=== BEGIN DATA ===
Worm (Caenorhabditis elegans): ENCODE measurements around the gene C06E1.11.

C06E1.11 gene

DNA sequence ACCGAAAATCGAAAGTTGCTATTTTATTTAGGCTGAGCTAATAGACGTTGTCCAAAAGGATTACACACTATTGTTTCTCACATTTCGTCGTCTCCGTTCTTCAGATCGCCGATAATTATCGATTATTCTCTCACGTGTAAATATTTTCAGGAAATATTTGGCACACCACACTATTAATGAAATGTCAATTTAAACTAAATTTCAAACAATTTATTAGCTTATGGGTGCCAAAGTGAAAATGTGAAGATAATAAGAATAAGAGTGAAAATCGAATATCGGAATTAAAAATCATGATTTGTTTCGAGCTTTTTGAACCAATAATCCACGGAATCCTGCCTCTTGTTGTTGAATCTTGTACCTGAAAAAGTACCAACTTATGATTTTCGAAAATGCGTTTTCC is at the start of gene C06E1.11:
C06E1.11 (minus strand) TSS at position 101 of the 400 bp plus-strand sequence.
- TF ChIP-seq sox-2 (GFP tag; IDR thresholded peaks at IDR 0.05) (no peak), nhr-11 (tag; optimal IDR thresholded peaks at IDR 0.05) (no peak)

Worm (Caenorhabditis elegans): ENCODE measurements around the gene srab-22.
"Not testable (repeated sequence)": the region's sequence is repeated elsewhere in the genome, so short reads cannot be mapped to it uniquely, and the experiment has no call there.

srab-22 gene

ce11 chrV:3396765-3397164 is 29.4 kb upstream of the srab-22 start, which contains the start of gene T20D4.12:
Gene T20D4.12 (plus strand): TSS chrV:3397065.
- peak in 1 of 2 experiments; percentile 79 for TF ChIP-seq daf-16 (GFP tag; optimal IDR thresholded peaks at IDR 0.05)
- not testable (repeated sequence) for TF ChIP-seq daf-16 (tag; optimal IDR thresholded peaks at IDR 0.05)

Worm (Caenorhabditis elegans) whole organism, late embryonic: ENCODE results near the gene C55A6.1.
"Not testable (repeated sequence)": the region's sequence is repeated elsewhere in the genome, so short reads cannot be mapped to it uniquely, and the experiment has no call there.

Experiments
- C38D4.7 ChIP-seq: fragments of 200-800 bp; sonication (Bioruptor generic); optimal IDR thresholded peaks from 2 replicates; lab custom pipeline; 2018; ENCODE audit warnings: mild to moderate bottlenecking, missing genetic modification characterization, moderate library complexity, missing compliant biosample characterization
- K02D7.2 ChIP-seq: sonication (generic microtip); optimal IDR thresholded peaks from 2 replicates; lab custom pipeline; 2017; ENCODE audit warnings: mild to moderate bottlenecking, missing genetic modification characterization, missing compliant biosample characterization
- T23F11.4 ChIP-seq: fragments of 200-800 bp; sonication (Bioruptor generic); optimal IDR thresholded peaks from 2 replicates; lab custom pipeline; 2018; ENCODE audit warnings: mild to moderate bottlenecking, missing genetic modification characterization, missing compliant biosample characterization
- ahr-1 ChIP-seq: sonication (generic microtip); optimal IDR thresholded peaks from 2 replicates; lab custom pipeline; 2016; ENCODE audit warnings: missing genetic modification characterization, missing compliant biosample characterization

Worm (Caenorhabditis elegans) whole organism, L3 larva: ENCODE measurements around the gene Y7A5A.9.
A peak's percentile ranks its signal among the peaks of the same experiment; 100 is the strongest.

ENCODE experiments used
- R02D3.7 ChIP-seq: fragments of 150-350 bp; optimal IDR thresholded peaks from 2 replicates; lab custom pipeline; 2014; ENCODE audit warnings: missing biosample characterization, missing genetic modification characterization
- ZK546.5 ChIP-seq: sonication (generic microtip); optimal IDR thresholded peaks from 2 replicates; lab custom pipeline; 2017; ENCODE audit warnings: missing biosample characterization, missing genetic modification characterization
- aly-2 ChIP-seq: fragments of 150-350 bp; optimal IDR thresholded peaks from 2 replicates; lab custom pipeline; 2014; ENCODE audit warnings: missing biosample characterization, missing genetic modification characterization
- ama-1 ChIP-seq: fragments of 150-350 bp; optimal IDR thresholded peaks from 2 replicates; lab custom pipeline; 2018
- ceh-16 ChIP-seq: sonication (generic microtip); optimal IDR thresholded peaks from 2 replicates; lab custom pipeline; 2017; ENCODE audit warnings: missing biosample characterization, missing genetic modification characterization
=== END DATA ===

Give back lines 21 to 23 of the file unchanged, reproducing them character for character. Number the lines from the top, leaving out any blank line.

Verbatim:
A peak's percentile ranks its signal among the peaks of the same experiment; 100 is the strongest.

ENCODE experiments used
- R02D3.7 ChIP-seq: fragments of 150-350 bp; optimal IDR thresholded peaks from 2 replicates; lab custom pipeline; 2014; ENCODE audit warnings: missing biosample characterization, missing genetic modification characterization